“He butchered someone in that room, but who?”
In 1975, an envelope addressed and mailed to the Gunter Hotel in San Antonio, Texas contained a shocking discovery: The original key and key tag to room 636.
Chambermaid Maria Luisa Guerra placed her pass key into entry the door lock of suite 636 at the Gunter Hotel in downtown San Antonio not realizing the horror she was about to witness. She was humming a new song she heard disc-jockey Howard Edwards introduced on radio station KONO that Monday. It was called, “Stop In the Name of Love,” by the Supremes. Having noticed the ‘Do Not Disturb’ sign for a couple of days, Guerra surmised the occupant had forgotten to remove it from the door knob.
There was a chilling drizzle outside on Feb. 8, 1965. But up in the sixth floor hallway, at about 5:40 p.m., Guerra turned the knob.
She pushed opened the door to unleash a diabolic terror so horrific, that fifty-two years later, it is the nightly hallmark point of interest for tourists on various guided ghost hunting trips.
“My mind went into shock,” Guerra sobbed later as she told Police Homicide Detective Frank Castillon what she saw. “A man was standing next to the bloody bed and he put his finger up to his lips and told me ‘Shhhhhhhhhhsh.”
“All I could do was scream some more until someone came to help me.”
Hastily, the bloody man snatched a gory red bundle wrapped from the crimson bed linen. He “looked the maid straight in the eyes and ran out the door,” Castillon told this journalist in a 1976 interview. Initially the shocked chambermaid stood frozen in disbelief. Petrified to do anything, “all I could do was scream some more until someone came to help me.”
“Well, the lady, Guerra, the maid, was scared and had to gather herself just to find another housekeeper,” Castillon said. “I think they finally got a bellboy or bell captain…by the time they got to management, well, a lot of time went by.”
Among the policemen who witnessed the crime scene was Walter “Corky” Dennis (the father of this writer, pictured above). He was a young officer, “only on the force about six years, at that time, and was assigned to downtown,” Dennis recalled. “Several of us went in and I can remember it was the bloodiest place I had ever seen up until then.”
“The bathroom was especially bad and just sticky with blood all over the place,” Dennis shook his head, keeping the scene in his mind. “We noticed the bathtub had a red ring around it, like it had been drained of blood.”
“Frank (Castillon) thought there must have been a butchering or dismemberment somehow,” Dennis continued. “He worked for (Inspector) Joe Hester, so Frank and (Detective) Bob Holt had the case and later they brought Ben Hart in.”
Castillon, Hester, Castillon, Holt and Detective Steve Salas found women’s panties, bra, nylon hose and a “nice new, smooth suitcase” with clothes, wine, sardines and cheese in it.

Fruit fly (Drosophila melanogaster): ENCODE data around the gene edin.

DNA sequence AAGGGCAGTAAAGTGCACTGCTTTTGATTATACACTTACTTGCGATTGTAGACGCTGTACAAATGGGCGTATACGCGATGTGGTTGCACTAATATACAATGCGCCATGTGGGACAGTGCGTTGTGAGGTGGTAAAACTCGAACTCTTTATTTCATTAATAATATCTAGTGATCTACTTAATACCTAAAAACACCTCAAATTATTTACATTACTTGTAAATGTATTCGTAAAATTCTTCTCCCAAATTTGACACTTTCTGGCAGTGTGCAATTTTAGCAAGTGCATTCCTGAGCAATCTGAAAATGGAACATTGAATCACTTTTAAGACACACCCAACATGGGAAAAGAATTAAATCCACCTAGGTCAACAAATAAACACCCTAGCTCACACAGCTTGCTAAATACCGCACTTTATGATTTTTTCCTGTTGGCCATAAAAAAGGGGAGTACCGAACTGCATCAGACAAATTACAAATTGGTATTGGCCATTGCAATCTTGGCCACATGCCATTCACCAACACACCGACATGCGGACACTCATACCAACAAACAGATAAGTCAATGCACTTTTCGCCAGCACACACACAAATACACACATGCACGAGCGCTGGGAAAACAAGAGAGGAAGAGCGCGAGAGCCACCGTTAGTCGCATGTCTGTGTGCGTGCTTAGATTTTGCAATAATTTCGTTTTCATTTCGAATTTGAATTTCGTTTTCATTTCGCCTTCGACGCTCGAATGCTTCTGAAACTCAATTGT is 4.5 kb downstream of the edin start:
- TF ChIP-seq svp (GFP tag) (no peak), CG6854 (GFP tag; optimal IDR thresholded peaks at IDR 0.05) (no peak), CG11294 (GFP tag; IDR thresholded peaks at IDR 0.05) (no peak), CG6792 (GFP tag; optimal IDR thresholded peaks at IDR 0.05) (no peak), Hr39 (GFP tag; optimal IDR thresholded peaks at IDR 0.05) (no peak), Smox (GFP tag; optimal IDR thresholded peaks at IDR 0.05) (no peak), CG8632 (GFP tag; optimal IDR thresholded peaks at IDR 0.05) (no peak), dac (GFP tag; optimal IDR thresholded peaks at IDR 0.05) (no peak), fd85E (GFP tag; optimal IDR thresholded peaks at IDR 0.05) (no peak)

“They found hair samples, or full lengths of blond hair, too,” said Officer Ben Hart, who told his account to this writer in April 2010.
“Lobo traced the scent of the man out the door and the trail took us down the hall to a window.”
On Wednesday, November 20, 1963 the Canine Program was born. The Police Department accepted “Rocky”, “Prince” and “Lobo” as new Cadets. The city encompassed an area of more than 153 square miles and had a population of more than 655,000. There were 610 officers, so to compensate for the small manpower-size of the force and to facilitate wider distribution of policemen available, the K-9 Patrol was established.
“I was one of the first K-9 policemen on the force,” Hart recalled. “Hester called me in so we went up there. Lobo traced the scent of the man out the door and the trail took us down the hall to a window. It had been raining outside and it looked like he took her (torso) down the fire escape. We found some blood on the fire escape but we lost the trail there.”
Just four blocks west of the Alamo shrine, the site of the 1836 massacre of Davy Crockett, Jim Bowie, Colonel William B. Travis and almost 200 Texas defenders, Dennis noted that in 1965 “there was a lot of construction and concrete pouring going on around there. They dragged the (San Antonio) river and looked in storm drains, everything. No one really knew, or still no one knows, what happened to the body.”
“They sent us to the Katy Depot (a train station, just west of downtown) and the bus station, but Lobo didn’t find anything,” Hart added. One of the policemen found a spent .22 caliber bullet shell in the room.
“They found the slug in a bullet hole in the wall next to a dresser and bloody chair,” said Dennis. “One of the cigar butts found in the room had lipstick on it.”
Investigators learned that a five-foot-nine-inch blonde haired man signed the name “Albert Knox” on the register when he checked in Saturday afternoon of February 6, 1965.
“By the end of the day all we knew was she had type A-negative blood.”